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$2,000,000 of the stock. The bank was located at Kaskaskia, and subscription books were opened at Kaskaskia, Golconda, Edwardsville, Harrisonville, Belleville, Vienna, Carlyle, Palmyra, Carmi, Shawneetown, Palestine, Jonesboro and Brownsville. The stock could be paid in State warrants.
In 1821, the Legislature passed an act chartering the State Bank of Illinois at Vandalia, with branches at Edwardsville, Brownsville, Shawneetown, and at the county seat of Edwards county. The act provided for issuing $300,000 in notes, on the credit of the State. The State Treasurer was authorized to deposit the public moneys with the bank, and contractors were to be paid in its notes. Congress was memorialized to authorize the landoffices to receive the notes of the bank in payment for lands. The charter of the bank established in 1819 was repealed by this act.
As to the character and operations of this institution, Ford's History has this to say:
"It was founded without money and wholly on the credit of the State. It was authorized to issue one, two, three, five, ten and twenty-dollar notes, in the likeness of bank bills, bearing two per cent. annual interest, and payable by the State in ten years. A principal bank was established at Vandalia, and four or five branches in other places; the Legislature elected all the directors and officers, a large number of whom were members of the Legislature, and all of them professional politicians. The bank was directed by law to lend its bills to the people, to the amount of one hundred dollars, on personal security; and upon the security of mortgages upon land for a greater sum. These bills were to be receivable in payment of all State and county taxes, and for all costs and fees, and salaries of public officers; and if a creditor refused to endorse on his execution his willingness to receive them in payment of debt, the debtor could replevy or stay its collection for three years, by giving personal security.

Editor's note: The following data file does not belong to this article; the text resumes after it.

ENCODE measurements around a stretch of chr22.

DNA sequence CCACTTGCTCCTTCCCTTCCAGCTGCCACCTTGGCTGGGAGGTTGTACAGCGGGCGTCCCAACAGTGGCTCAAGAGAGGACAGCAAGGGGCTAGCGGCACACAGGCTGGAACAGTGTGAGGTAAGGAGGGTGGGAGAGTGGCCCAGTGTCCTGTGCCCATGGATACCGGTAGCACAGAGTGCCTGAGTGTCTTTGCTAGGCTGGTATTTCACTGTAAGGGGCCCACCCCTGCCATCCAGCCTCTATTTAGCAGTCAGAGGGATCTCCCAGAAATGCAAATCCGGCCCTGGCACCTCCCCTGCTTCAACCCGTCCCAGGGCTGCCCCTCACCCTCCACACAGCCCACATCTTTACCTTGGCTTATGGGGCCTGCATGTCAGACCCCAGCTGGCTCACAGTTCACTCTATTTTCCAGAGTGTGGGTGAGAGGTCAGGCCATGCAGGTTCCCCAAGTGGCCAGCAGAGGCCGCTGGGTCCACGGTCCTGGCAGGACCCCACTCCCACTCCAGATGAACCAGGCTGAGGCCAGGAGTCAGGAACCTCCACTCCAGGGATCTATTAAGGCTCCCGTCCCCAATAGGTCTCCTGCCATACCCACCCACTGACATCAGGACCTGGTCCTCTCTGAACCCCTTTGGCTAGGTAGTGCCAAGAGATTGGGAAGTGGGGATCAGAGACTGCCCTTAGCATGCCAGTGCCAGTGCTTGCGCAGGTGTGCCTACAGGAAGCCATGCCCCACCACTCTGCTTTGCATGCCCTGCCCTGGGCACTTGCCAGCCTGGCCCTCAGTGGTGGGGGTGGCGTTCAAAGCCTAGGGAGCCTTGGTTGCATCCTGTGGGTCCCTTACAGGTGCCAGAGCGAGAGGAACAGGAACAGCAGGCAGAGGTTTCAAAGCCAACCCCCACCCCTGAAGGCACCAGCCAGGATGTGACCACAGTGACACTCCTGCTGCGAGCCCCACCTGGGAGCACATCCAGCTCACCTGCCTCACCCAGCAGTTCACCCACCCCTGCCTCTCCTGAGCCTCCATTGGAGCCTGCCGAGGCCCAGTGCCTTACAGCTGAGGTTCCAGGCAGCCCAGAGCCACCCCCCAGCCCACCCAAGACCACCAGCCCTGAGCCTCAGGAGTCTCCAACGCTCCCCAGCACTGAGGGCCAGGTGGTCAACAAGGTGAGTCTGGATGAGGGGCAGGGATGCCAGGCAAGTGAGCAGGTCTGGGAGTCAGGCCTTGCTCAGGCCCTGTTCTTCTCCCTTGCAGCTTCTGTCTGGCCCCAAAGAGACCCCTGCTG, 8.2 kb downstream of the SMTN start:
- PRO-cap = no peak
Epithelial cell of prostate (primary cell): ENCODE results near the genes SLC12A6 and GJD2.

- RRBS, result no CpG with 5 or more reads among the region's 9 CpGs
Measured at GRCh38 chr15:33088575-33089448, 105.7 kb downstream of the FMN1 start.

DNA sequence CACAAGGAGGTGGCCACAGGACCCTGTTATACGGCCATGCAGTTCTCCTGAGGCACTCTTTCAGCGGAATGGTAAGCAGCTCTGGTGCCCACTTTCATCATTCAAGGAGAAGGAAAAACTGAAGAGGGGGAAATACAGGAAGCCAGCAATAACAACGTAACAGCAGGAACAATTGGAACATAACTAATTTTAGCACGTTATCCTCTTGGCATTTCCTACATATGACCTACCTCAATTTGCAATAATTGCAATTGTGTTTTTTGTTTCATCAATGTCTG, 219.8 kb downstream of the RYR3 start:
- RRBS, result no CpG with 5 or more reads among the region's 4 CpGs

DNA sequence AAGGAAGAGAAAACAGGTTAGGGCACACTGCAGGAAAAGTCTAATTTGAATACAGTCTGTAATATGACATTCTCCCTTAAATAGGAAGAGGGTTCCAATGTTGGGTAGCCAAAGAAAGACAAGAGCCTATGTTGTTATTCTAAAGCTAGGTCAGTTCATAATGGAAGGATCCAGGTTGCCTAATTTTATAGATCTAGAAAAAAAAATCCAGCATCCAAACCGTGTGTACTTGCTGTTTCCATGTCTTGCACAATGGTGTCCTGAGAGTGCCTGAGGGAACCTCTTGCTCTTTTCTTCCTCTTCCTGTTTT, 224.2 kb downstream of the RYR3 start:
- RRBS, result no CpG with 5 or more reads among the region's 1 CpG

"In the summer of 1821, the new bank went into operation. Every man who could get an indorser borrowed his hundred dollars. The directors, it is believed, were
all politicians; and either were then, or expected to be, candidates for office. Lending to everybody, and refusing none, was the surest road to popularity. Accordingly, $300,000 of the new money was soon lent, without much attention to security or care for eventual payment. It first fell twenty-five cents, then fifty, and then seventy cents. below par. And as the bills of the Ohio and Kentucky banks had driven all other money out of the State, so this new issue effectually kept it out. Such a total absence was there of the silver coins, that it became utterly impossible, in the course of trade, to make small change. The people, from necessity, were compelled to cut the new bills into two pieces, so as to make two halves of a dollar. This again further aided to keep out even the smallest silver coin. For about four years there was no other kind of money but this uncurrent State bank paper. In the meantime, very few persons pretended to pay their debts to the bank. More than half of those who had borrowed considered what they had gotten from it as so much clear gain, and never intended to pay it from the first.